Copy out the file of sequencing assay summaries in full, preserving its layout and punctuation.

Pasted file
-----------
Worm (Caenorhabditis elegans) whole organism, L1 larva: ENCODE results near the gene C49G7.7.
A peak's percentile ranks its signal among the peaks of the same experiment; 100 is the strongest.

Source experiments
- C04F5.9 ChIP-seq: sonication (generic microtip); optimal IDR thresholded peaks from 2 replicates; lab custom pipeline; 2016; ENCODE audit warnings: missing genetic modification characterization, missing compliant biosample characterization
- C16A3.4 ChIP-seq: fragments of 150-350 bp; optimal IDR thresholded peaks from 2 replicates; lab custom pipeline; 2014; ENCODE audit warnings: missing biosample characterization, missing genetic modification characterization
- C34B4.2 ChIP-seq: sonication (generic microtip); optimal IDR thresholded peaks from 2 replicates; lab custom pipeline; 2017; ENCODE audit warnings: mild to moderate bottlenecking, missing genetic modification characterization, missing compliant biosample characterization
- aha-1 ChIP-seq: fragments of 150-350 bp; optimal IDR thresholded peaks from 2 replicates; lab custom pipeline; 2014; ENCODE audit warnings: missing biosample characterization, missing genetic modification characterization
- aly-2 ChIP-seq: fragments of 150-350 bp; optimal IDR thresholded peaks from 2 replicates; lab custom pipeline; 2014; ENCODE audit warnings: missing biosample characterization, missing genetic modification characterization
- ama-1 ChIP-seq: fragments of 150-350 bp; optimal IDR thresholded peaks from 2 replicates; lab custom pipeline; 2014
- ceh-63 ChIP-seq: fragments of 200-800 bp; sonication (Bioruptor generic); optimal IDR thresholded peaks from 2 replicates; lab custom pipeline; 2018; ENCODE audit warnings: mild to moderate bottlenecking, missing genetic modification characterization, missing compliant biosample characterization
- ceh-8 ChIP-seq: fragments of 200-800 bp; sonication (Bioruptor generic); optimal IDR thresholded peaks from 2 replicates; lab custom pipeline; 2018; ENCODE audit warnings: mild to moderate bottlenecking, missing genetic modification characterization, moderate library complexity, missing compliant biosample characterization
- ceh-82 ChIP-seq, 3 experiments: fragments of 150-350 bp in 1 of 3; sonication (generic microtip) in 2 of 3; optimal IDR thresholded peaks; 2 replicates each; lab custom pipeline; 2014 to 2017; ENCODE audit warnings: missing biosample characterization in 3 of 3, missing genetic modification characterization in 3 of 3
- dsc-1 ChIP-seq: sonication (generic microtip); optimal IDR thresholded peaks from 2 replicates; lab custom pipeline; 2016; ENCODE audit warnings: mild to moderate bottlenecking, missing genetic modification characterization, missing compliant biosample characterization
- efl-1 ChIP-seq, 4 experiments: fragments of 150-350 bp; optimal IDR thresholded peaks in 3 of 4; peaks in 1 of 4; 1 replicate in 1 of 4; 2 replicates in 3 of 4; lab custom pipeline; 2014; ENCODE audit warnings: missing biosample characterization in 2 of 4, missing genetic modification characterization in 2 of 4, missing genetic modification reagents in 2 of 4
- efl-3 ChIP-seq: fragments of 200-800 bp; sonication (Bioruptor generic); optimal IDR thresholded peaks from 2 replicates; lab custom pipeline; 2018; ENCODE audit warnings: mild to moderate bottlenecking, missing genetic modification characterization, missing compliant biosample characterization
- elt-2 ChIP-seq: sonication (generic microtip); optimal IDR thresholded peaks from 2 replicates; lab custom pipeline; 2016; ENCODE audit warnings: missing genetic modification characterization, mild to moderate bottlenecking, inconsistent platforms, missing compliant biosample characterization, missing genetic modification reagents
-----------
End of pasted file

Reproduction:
Worm (Caenorhabditis elegans) whole organism, L1 larva: ENCODE results near the gene C49G7.7.
A peak's percentile ranks its signal among the peaks of the same experiment; 100 is the strongest.

Source experiments
- C04F5.9 ChIP-seq: sonication (generic microtip); optimal IDR thresholded peaks from 2 replicates; lab custom pipeline; 2016; ENCODE audit warnings: missing genetic modification characterization, missing compliant biosample characterization
- C16A3.4 ChIP-seq: fragments of 150-350 bp; optimal IDR thresholded peaks from 2 replicates; lab custom pipeline; 2014; ENCODE audit warnings: missing biosample characterization, missing genetic modification characterization
- C34B4.2 ChIP-seq: sonication (generic microtip); optimal IDR thresholded peaks from 2 replicates; lab custom pipeline; 2017; ENCODE audit warnings: mild to moderate bottlenecking, missing genetic modification characterization, missing compliant biosample characterization
- aha-1 ChIP-seq: fragments of 150-350 bp; optimal IDR thresholded peaks from 2 replicates; lab custom pipeline; 2014; ENCODE audit warnings: missing biosample characterization, missing genetic modification characterization
- aly-2 ChIP-seq: fragments of 150-350 bp; optimal IDR thresholded peaks from 2 replicates; lab custom pipeline; 2014; ENCODE audit warnings: missing biosample characterization, missing genetic modification characterization
- ama-1 ChIP-seq: fragments of 150-350 bp; optimal IDR thresholded peaks from 2 replicates; lab custom pipeline; 2014
- ceh-63 ChIP-seq: fragments of 200-800 bp; sonication (Bioruptor generic); optimal IDR thresholded peaks from 2 replicates; lab custom pipeline; 2018; ENCODE audit warnings: mild to moderate bottlenecking, missing genetic modification characterization, missing compliant biosample characterization
- ceh-8 ChIP-seq: fragments of 200-800 bp; sonication (Bioruptor generic); optimal IDR thresholded peaks from 2 replicates; lab custom pipeline; 2018; ENCODE audit warnings: mild to moderate bottlenecking, missing genetic modification characterization, moderate library complexity, missing compliant biosample characterization
- ceh-82 ChIP-seq, 3 experiments: fragments of 150-350 bp in 1 of 3; sonication (generic microtip) in 2 of 3; optimal IDR thresholded peaks; 2 replicates each; lab custom pipeline; 2014 to 2017; ENCODE audit warnings: missing biosample characterization in 3 of 3, missing genetic modification characterization in 3 of 3
- dsc-1 ChIP-seq: sonication (generic microtip); optimal IDR thresholded peaks from 2 replicates; lab custom pipeline; 2016; ENCODE audit warnings: mild to moderate bottlenecking, missing genetic modification characterization, missing compliant biosample characterization
- efl-1 ChIP-seq, 4 experiments: fragments of 150-350 bp; optimal IDR thresholded peaks in 3 of 4; peaks in 1 of 4; 1 replicate in 1 of 4; 2 replicates in 3 of 4; lab custom pipeline; 2014; ENCODE audit warnings: missing biosample characterization in 2 of 4, missing genetic modification characterization in 2 of 4, missing genetic modification reagents in 2 of 4
- efl-3 ChIP-seq: fragments of 200-800 bp; sonication (Bioruptor generic); optimal IDR thresholded peaks from 2 replicates; lab custom pipeline; 2018; ENCODE audit warnings: mild to moderate bottlenecking, missing genetic modification characterization, missing compliant biosample characterization
- elt-2 ChIP-seq: sonication (generic microtip); optimal IDR thresholded peaks from 2 replicates; lab custom pipeline; 2016; ENCODE audit warnings: missing genetic modification characterization, mild to moderate bottlenecking, inconsistent platforms, missing compliant biosample characterization, missing genetic modification reagents